Social Development of Values and Benifits

April 1, 1998
SOC 100X
Paper Two

Social Development of Values and Beliefs

Values can be described as the general idea of proper and desirable behavior that formal and informal social organizations embrace. As a daughter in a military family, I have been exposed to the values and beliefs of many formal and informal social organizations. Since my family moved to a new town every ten months to three years, I belonged to many churches, schools, and peer groups. As is expected, these many social organizations had an effect on the shaping of my values and beliefs.
A major value that stems from my family is the value of achievement. In my family it is not acceptable to be lazy on a regular basis. It is, however, desirable to push yourself to achieve new things. These things may be anything from a college degree to climbing a mountain. My family instilled this value in me by using themselves as an example. Since I grew up seeing my family push themselves to achieve, I learned that this was the generally accepted behavior for our household (Zanden).
Another value that was instilled in me by my parents is individuality. Since the time I was a small child, my parents have tried to teach me to be myself and make my own decisions, regardless of how others perceive me. While this might not be acceptable behavior in some peer groups, it is the accepted way to behave within my family. This value was taught to my sister and me in a variety of ways. The most common way was for our parents to refuse to make important decisions for us. These decisions were left to us and caused us to think for ourselves instead of letting others do that job. The outcome of these teachings was a very strong value of individuality.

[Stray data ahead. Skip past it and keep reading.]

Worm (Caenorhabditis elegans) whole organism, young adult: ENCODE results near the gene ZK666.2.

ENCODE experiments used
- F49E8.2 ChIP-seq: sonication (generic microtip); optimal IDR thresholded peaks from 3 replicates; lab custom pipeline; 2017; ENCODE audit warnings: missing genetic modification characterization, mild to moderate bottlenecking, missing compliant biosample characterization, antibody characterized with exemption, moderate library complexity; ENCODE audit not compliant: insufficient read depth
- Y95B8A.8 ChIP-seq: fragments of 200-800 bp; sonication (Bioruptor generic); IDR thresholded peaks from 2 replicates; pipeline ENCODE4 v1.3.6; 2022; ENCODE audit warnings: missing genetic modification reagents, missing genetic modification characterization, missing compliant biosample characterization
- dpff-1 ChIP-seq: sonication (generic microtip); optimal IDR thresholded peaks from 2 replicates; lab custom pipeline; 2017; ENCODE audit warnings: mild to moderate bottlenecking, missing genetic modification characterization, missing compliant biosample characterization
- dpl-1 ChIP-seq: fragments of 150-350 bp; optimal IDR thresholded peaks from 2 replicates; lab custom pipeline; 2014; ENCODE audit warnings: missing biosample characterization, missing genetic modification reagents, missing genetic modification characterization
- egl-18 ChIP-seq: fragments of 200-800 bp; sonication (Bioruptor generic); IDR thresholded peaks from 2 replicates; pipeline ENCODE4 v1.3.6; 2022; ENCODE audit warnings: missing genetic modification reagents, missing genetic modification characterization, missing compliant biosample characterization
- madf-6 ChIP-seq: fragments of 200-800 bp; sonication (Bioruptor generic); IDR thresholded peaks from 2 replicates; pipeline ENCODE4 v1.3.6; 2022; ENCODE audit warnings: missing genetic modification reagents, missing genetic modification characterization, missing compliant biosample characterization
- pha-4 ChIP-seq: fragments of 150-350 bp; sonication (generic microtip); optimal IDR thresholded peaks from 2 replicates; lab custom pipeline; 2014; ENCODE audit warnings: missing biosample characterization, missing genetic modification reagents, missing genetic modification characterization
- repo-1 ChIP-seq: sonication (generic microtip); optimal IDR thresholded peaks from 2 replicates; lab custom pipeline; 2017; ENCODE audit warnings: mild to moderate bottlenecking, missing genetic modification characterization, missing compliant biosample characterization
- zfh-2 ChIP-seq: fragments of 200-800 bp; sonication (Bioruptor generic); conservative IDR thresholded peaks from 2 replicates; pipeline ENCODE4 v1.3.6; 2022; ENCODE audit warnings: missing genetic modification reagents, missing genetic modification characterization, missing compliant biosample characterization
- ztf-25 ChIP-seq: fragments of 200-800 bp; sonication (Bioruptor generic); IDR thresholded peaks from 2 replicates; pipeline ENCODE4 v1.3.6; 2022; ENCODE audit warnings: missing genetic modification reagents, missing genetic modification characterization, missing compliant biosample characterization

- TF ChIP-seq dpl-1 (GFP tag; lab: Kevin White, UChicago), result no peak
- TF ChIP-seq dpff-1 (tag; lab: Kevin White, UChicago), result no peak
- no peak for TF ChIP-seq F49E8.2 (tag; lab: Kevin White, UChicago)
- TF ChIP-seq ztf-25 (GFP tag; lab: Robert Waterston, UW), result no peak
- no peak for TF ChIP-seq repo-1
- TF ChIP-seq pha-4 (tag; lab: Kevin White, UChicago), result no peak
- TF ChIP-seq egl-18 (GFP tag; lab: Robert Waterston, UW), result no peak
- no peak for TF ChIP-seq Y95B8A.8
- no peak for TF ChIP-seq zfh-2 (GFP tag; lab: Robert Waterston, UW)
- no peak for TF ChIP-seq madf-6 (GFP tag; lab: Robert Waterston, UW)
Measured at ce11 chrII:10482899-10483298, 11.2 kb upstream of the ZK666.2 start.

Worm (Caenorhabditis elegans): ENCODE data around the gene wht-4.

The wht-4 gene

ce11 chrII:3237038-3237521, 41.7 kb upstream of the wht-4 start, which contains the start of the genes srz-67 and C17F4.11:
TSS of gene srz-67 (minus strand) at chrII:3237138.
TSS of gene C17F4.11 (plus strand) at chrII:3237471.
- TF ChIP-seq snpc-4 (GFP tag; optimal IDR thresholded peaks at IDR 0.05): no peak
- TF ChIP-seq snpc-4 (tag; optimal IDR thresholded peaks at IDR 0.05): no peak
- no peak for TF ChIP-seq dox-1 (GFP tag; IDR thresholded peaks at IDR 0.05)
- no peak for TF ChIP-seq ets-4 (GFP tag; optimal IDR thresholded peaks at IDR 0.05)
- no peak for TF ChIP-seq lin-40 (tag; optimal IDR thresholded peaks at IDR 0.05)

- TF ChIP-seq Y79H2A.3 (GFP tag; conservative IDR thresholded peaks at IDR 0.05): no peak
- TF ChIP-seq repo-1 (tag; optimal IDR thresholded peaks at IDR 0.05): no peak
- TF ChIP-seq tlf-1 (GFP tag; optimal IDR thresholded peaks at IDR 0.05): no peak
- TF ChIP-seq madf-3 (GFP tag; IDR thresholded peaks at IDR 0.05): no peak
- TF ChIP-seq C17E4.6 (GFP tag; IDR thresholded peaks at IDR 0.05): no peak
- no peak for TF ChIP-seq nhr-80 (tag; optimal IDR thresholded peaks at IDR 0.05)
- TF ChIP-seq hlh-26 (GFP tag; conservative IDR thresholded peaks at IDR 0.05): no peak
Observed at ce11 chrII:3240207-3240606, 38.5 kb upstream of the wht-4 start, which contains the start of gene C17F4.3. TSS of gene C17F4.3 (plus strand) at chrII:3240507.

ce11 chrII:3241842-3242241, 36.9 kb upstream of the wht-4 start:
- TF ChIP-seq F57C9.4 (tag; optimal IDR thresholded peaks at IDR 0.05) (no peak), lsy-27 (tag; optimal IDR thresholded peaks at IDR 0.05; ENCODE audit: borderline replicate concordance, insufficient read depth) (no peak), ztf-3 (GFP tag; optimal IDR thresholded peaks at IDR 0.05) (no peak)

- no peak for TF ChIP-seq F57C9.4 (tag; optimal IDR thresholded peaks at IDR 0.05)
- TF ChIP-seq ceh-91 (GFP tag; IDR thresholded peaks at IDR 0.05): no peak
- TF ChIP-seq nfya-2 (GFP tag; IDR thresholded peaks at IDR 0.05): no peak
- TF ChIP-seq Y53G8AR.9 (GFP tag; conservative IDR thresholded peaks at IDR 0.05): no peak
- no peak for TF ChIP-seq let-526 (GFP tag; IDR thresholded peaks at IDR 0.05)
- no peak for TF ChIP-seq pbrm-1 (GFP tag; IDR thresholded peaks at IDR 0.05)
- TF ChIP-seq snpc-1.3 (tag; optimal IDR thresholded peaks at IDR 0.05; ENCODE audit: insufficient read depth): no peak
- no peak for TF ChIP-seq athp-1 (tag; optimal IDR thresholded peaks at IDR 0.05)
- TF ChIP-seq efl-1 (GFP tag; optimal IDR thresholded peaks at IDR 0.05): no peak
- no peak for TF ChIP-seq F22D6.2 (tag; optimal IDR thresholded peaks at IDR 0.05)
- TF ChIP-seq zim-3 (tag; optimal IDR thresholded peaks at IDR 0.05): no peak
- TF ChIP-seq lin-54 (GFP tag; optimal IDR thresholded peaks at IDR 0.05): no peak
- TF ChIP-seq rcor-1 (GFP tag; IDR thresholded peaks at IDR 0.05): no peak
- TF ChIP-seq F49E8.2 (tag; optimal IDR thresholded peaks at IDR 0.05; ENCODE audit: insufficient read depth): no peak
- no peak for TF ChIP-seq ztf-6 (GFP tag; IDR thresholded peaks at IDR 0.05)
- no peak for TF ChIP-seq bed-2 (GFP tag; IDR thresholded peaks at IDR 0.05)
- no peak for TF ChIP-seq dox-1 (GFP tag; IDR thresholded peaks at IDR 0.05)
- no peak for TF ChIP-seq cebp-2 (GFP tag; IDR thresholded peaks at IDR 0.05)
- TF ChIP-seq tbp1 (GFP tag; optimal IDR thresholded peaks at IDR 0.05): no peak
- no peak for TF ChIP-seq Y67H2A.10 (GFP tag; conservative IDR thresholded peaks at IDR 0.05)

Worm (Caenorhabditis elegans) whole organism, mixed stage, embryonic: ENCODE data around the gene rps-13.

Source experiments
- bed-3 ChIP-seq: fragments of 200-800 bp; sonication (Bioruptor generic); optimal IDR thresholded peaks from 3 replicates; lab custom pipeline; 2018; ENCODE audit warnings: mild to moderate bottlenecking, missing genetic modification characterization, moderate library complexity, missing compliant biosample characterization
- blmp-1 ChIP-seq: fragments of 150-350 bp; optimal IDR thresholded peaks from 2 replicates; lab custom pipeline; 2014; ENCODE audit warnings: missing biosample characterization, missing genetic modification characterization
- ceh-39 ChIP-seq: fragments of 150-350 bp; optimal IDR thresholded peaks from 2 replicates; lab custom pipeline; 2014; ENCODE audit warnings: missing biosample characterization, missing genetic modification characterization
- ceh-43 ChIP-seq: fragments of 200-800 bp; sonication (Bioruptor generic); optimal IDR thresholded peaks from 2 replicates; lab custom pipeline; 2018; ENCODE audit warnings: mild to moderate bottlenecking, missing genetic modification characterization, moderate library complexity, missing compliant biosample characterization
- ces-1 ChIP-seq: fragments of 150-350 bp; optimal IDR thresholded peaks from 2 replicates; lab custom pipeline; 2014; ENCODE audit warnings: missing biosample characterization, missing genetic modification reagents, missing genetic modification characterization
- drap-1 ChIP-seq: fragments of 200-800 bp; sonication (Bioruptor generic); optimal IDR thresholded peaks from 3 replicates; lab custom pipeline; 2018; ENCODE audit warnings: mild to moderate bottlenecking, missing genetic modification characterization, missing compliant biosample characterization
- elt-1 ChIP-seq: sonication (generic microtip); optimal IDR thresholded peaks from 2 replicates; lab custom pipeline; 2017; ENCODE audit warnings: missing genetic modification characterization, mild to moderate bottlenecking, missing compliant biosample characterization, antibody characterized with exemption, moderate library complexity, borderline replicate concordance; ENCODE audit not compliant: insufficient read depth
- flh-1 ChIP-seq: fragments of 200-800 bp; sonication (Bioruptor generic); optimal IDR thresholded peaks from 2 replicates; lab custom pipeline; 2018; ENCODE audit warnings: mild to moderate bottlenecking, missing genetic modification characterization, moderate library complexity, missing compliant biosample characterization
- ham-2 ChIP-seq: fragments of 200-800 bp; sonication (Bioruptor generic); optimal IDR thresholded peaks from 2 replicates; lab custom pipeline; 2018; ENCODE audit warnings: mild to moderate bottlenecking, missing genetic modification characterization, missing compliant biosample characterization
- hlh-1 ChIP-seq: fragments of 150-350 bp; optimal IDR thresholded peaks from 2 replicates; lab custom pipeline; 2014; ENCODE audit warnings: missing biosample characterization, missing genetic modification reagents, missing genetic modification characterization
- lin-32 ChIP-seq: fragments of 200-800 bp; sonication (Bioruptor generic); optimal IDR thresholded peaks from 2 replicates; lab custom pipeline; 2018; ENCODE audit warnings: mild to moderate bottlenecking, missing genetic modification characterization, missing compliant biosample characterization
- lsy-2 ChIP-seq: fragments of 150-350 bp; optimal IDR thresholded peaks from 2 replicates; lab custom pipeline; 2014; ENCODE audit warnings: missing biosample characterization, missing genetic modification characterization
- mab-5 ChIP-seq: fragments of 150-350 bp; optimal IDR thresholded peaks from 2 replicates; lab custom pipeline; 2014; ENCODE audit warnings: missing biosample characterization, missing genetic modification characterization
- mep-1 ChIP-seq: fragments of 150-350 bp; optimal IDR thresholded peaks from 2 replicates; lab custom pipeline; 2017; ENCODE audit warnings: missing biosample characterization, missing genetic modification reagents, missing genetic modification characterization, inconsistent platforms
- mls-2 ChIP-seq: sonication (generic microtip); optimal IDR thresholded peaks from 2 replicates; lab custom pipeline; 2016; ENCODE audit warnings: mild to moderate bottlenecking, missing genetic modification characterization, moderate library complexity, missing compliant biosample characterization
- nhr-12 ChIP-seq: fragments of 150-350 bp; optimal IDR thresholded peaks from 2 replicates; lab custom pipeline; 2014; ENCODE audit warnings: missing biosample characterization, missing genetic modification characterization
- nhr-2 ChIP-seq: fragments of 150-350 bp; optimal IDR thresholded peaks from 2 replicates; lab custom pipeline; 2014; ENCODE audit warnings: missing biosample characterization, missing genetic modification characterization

A value that has changed for me in recent years is that of work. I did not hold work as a value until a few years ago. The change came about from the peer group that I was around. Work was a value for everyone in this peer group, and under their influence it became a value for me also. In this peer group, everyone was paying their own way through college, which made work a necessary and desirable value for each person. I saw how independent and self-confident the people in the peer group were because of their belief in work. Naturally, I adopted this value also (Kluckholm).
Efficiency and practicality is a value that followed from work. Without efficiency and practicality, my workplace is a chaotic mess where no one can function. Since this is not a good way to run a business, efficiency and practicality became a value embrace by everyone involved. When I first started this job, efficiency was an unknown term. People would take four times longer than needed to complete a task. This was causing very little work to be produced, and in turn, very little money was coming into the office. These actions are what spurred the belief in efficiency in me. To keep my job, my employers needed to bring in more money. Therefore, efficiency became the accepted way of doing tasks since it kept the employers from losing their business.
Material comfort is a value that comes from many different social organizations. Growing up in an upper-middle class family tends to give you the belief in material comfort. Every child wants to live a little better off than his or her parents. I also saw that my parents were able to travel quite a bit more than the average person. Traveling is an important part of my life and I wish for it to continue indefinitely. My peer group has also influenced my value of material comfort. In their minds, material comfort means financial security later in life. Instead of throwing away all their money on useless items, they invest it and save the money for future use when they are no longer able to work. Having monetary security later in life appealed to me, and I adopted the value (Becker).
The school system in Hawaii is the social organization that brought the value of social equality into my life. I was in this school system from